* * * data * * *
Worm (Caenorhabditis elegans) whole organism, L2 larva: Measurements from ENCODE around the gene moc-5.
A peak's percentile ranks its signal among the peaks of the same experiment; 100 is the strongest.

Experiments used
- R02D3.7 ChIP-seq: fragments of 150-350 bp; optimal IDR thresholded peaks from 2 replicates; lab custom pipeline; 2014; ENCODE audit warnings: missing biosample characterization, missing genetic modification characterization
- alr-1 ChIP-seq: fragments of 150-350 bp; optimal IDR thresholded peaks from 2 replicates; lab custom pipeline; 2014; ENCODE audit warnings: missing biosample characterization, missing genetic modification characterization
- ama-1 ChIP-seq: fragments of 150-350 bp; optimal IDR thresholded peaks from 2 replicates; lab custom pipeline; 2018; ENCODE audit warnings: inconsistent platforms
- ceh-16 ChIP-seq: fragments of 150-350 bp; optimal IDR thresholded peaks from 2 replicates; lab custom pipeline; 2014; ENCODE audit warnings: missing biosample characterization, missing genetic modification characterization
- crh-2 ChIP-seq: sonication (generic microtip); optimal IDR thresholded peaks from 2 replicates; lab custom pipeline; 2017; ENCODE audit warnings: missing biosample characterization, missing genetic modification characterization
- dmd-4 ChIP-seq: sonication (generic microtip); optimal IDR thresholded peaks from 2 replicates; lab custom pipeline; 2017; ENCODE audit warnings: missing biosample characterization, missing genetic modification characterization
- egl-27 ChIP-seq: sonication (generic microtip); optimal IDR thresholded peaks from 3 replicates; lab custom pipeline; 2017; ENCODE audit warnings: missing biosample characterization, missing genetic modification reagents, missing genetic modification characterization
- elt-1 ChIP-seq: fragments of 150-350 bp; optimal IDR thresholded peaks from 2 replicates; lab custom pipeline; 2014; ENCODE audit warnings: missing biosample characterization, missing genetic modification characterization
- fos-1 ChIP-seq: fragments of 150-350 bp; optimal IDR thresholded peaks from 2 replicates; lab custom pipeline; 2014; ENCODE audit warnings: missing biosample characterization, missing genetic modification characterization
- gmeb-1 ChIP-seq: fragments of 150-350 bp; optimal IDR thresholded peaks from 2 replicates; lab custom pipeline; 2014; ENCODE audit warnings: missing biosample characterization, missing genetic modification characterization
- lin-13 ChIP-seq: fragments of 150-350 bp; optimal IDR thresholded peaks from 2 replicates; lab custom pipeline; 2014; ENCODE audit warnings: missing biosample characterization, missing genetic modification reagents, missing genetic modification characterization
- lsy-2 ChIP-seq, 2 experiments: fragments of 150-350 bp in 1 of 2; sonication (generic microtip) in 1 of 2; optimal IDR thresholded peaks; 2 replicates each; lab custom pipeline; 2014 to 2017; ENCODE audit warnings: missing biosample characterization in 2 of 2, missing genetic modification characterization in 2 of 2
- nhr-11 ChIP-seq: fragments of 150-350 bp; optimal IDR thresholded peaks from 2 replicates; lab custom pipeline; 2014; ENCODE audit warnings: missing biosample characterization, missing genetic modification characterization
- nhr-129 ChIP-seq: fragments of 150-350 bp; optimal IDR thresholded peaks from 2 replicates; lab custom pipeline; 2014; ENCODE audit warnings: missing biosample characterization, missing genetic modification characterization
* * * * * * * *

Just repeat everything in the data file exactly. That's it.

Worm (Caenorhabditis elegans) whole organism, L2 larva: Measurements from ENCODE around the gene moc-5.
A peak's percentile ranks its signal among the peaks of the same experiment; 100 is the strongest.

Experiments used
- R02D3.7 ChIP-seq: fragments of 150-350 bp; optimal IDR thresholded peaks from 2 replicates; lab custom pipeline; 2014; ENCODE audit warnings: missing biosample characterization, missing genetic modification characterization
- alr-1 ChIP-seq: fragments of 150-350 bp; optimal IDR thresholded peaks from 2 replicates; lab custom pipeline; 2014; ENCODE audit warnings: missing biosample characterization, missing genetic modification characterization
- ama-1 ChIP-seq: fragments of 150-350 bp; optimal IDR thresholded peaks from 2 replicates; lab custom pipeline; 2018; ENCODE audit warnings: inconsistent platforms
- ceh-16 ChIP-seq: fragments of 150-350 bp; optimal IDR thresholded peaks from 2 replicates; lab custom pipeline; 2014; ENCODE audit warnings: missing biosample characterization, missing genetic modification characterization
- crh-2 ChIP-seq: sonication (generic microtip); optimal IDR thresholded peaks from 2 replicates; lab custom pipeline; 2017; ENCODE audit warnings: missing biosample characterization, missing genetic modification characterization
- dmd-4 ChIP-seq: sonication (generic microtip); optimal IDR thresholded peaks from 2 replicates; lab custom pipeline; 2017; ENCODE audit warnings: missing biosample characterization, missing genetic modification characterization
- egl-27 ChIP-seq: sonication (generic microtip); optimal IDR thresholded peaks from 3 replicates; lab custom pipeline; 2017; ENCODE audit warnings: missing biosample characterization, missing genetic modification reagents, missing genetic modification characterization
- elt-1 ChIP-seq: fragments of 150-350 bp; optimal IDR thresholded peaks from 2 replicates; lab custom pipeline; 2014; ENCODE audit warnings: missing biosample characterization, missing genetic modification characterization
- fos-1 ChIP-seq: fragments of 150-350 bp; optimal IDR thresholded peaks from 2 replicates; lab custom pipeline; 2014; ENCODE audit warnings: missing biosample characterization, missing genetic modification characterization
- gmeb-1 ChIP-seq: fragments of 150-350 bp; optimal IDR thresholded peaks from 2 replicates; lab custom pipeline; 2014; ENCODE audit warnings: missing biosample characterization, missing genetic modification characterization
- lin-13 ChIP-seq: fragments of 150-350 bp; optimal IDR thresholded peaks from 2 replicates; lab custom pipeline; 2014; ENCODE audit warnings: missing biosample characterization, missing genetic modification reagents, missing genetic modification characterization
- lsy-2 ChIP-seq, 2 experiments: fragments of 150-350 bp in 1 of 2; sonication (generic microtip) in 1 of 2; optimal IDR thresholded peaks; 2 replicates each; lab custom pipeline; 2014 to 2017; ENCODE audit warnings: missing biosample characterization in 2 of 2, missing genetic modification characterization in 2 of 2
- nhr-11 ChIP-seq: fragments of 150-350 bp; optimal IDR thresholded peaks from 2 replicates; lab custom pipeline; 2014; ENCODE audit warnings: missing biosample characterization, missing genetic modification characterization
- nhr-129 ChIP-seq: fragments of 150-350 bp; optimal IDR thresholded peaks from 2 replicates; lab custom pipeline; 2014; ENCODE audit warnings: missing biosample characterization, missing genetic modification characterization